by Hugh Hunter
Quintessence Theatre in Mt. Airy winds up its season with a family classic, “The Prince and the Pauper” by Mark Twain. Quintessence veteran Josh Carpenter puts on his writer/director hat. There have been many productions of the book, but his new adaptation is especially geared towards enchanting children.
Two young actresses frolic in the star child roles. Emily Dale White plays Tom Canty, a beggar boy who lives in Offal Court, while Meg Rumsey-Lasersohn plays Prince Edward. Equally bored with their lives, they meet by chance, change clothes and toy with the idea of swapping roles for a day.
The whole story spins on mistaken identity, the staple of farce comedy. The boys look so much alike that the people around them turn the swap into reality, and families attribute strange changes in their children’s behavior to madness.
Josh Carpenter cleverly plays upon the mistaken identity trope. The boys only change clothes once. But as they struggle with their new lives in 16th century London, just four actors play scores of characters who embody that world.
What follows is a parade of prankster behaviors. Mattie Hawkinson merrily splits her times between playing Tom’s crotchety grandmother and Lord St. John at royal court. Similarly, John Basiulis plays Tom’s drunken father and a venal Lord Hertford.
Steven Wright mines the comedy of Henry VIII and coaxes dignity into the role of Miles Hendon. Tai Verley wins the Grand Prix by playing 10 roles, including four different prisoners within the space of a minute.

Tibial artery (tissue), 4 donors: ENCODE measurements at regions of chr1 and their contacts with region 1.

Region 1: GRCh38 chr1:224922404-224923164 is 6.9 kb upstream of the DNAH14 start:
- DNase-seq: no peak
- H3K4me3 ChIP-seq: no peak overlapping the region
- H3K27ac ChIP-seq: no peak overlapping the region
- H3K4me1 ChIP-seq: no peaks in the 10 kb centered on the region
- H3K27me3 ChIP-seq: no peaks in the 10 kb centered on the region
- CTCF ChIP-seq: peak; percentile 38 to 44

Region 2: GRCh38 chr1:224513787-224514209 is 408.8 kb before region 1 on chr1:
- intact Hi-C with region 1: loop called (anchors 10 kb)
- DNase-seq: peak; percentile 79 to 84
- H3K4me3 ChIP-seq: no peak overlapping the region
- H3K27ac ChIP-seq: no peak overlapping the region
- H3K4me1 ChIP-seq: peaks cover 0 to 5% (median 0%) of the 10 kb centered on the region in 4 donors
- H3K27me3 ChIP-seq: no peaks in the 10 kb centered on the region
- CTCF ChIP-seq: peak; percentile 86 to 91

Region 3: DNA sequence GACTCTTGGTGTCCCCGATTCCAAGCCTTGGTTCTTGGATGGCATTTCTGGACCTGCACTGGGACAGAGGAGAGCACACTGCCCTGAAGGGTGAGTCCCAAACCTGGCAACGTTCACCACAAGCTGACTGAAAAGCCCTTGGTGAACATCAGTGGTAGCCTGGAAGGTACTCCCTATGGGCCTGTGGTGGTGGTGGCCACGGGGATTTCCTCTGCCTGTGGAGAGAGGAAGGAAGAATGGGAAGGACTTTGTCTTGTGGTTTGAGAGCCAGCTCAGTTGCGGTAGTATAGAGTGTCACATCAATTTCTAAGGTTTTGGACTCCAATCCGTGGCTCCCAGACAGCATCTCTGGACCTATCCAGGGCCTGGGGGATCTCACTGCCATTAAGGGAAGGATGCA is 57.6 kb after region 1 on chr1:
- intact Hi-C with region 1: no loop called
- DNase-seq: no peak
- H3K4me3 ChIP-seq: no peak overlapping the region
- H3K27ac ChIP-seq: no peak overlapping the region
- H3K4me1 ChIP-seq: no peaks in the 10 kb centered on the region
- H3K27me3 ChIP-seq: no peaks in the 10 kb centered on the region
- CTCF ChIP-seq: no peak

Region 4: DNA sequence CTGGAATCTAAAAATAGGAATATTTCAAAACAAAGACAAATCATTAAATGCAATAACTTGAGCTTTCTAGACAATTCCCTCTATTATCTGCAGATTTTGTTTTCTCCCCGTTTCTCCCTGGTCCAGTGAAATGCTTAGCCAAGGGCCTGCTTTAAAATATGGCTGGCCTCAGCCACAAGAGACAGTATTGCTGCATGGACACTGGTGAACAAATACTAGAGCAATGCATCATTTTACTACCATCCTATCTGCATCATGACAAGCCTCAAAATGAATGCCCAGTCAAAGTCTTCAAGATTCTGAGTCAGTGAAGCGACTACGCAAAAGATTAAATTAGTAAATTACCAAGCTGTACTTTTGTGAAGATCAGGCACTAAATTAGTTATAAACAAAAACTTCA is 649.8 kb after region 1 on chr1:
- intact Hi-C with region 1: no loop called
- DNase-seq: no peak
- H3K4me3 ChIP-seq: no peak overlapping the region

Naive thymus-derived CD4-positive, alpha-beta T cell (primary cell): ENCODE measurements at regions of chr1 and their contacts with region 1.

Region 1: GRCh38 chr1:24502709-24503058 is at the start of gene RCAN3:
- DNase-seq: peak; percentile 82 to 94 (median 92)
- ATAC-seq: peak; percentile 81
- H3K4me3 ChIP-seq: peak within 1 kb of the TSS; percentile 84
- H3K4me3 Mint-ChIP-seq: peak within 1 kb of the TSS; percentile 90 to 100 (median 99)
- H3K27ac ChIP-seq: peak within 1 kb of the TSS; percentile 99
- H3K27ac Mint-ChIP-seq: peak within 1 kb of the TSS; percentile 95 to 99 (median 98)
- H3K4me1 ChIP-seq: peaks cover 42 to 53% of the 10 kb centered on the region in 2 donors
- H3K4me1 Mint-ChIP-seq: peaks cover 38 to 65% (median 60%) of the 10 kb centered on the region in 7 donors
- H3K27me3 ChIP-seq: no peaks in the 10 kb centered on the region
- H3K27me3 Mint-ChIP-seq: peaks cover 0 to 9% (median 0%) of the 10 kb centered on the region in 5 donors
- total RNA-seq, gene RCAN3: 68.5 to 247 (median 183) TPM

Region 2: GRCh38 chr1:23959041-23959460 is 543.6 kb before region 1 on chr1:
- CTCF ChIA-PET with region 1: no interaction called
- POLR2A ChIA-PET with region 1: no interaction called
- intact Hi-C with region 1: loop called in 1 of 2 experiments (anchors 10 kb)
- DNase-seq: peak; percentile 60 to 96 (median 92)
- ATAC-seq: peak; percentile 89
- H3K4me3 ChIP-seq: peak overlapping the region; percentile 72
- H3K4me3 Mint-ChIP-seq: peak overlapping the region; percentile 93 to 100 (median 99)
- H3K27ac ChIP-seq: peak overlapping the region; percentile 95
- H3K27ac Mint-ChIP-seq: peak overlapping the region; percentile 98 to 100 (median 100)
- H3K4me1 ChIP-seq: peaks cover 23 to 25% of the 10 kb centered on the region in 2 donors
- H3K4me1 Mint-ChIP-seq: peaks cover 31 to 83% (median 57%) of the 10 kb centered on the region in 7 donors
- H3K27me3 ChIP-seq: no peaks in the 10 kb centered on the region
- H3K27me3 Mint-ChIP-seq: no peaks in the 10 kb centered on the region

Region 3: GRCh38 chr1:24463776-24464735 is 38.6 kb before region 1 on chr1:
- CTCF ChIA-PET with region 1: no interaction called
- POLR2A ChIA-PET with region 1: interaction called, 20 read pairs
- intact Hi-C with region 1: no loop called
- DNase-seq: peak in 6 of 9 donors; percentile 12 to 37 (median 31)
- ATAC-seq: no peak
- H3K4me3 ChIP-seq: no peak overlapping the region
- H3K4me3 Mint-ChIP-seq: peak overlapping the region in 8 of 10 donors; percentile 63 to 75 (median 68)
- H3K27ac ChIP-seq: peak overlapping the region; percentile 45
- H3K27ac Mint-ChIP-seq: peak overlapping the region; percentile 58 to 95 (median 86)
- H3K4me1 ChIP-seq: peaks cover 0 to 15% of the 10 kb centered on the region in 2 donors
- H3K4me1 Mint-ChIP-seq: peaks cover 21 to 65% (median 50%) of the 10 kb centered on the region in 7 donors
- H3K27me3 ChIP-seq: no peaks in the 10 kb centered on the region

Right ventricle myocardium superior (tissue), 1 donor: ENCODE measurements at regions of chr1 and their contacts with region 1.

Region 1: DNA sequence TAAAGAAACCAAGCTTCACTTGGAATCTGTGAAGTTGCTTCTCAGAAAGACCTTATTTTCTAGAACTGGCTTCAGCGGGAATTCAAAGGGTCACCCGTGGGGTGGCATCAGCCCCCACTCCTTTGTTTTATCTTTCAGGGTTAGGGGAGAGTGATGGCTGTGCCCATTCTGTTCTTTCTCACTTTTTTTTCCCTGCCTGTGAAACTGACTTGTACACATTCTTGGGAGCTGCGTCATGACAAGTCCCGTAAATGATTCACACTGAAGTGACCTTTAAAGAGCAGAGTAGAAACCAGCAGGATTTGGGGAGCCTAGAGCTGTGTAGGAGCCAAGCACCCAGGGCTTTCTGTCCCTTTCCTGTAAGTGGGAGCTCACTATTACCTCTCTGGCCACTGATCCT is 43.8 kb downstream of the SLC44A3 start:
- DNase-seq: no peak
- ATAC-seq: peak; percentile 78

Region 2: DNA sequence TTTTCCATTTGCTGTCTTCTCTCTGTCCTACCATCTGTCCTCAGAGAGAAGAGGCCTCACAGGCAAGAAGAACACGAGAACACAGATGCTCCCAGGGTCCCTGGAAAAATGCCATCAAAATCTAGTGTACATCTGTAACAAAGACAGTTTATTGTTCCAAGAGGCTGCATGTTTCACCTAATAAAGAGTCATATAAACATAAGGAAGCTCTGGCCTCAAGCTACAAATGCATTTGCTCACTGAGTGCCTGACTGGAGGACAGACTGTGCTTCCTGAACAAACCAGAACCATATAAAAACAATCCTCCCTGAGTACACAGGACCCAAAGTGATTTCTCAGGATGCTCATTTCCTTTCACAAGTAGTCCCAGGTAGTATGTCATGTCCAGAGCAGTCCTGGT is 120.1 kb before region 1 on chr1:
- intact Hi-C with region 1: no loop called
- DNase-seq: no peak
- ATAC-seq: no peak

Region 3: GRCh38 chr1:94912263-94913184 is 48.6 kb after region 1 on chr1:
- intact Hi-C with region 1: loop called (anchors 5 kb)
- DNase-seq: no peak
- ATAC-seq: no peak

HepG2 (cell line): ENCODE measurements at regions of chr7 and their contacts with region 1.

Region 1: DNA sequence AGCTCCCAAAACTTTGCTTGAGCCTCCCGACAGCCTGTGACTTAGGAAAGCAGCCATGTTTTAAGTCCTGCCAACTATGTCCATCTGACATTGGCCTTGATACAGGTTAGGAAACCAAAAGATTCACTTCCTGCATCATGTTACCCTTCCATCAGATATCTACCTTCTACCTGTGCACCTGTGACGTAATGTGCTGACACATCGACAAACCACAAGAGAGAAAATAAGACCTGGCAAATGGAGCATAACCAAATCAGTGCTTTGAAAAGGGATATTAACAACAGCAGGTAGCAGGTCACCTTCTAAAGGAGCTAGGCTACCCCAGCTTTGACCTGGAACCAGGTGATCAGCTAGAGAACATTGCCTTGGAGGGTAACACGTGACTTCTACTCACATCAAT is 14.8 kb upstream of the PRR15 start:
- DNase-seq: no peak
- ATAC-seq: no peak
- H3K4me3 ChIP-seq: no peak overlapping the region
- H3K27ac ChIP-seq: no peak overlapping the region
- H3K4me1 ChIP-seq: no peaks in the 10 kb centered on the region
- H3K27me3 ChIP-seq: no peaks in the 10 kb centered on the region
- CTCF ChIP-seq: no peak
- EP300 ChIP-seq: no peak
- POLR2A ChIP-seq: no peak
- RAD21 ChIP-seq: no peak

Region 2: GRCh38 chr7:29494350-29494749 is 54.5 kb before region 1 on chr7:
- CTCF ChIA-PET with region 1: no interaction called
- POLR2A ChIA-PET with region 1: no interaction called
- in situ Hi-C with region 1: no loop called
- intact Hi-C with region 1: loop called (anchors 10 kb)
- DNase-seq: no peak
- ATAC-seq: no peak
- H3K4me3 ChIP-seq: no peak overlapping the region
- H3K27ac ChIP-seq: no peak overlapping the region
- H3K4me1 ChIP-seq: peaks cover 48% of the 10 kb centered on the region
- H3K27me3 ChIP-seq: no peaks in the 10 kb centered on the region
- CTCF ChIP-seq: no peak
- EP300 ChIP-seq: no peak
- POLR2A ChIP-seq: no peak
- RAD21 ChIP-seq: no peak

While Carpenter’s set is spare, he makes extensive use of props (Shannon Kearns) and lighting (David Sexton) to change scene and, on occasion, mood. The Renaissance music design of Max Silverman is haunting. But the big production player is the fabulous costume creation of Summer Lee Jack that makes all this mayhem possible.
From time to time Twain’s satirical side shines through. A priest prays for his loving God to bring utter rack and ruin down on the rebellious Scots while the story set-up inherently scoffs at the idea that class confers virtue.
Young children may be less alert to thematic touches, but I suspect they are more likely to grasp the essence of this production: theater is not only fun; it is magical. I can only imagine the delight children must take in seeing just a handful of actors pop up with mock seriousness in a multitude of guises and situations.
In changing roles, the boys discover each other’s humanity. All’s well that ends well, an upended world is set aright, and the play ends by giving the children a moral drawn from “The Merchant of Venice”: “The quality of mercy is not strained…”
Quintessence is located at 7137 Germantown Ave. “The Prince and the Pauper” runs through June 3. Evening shows start at 7 p.m. Tickets at 215-987-4450 or www.quintessencetheatre.org.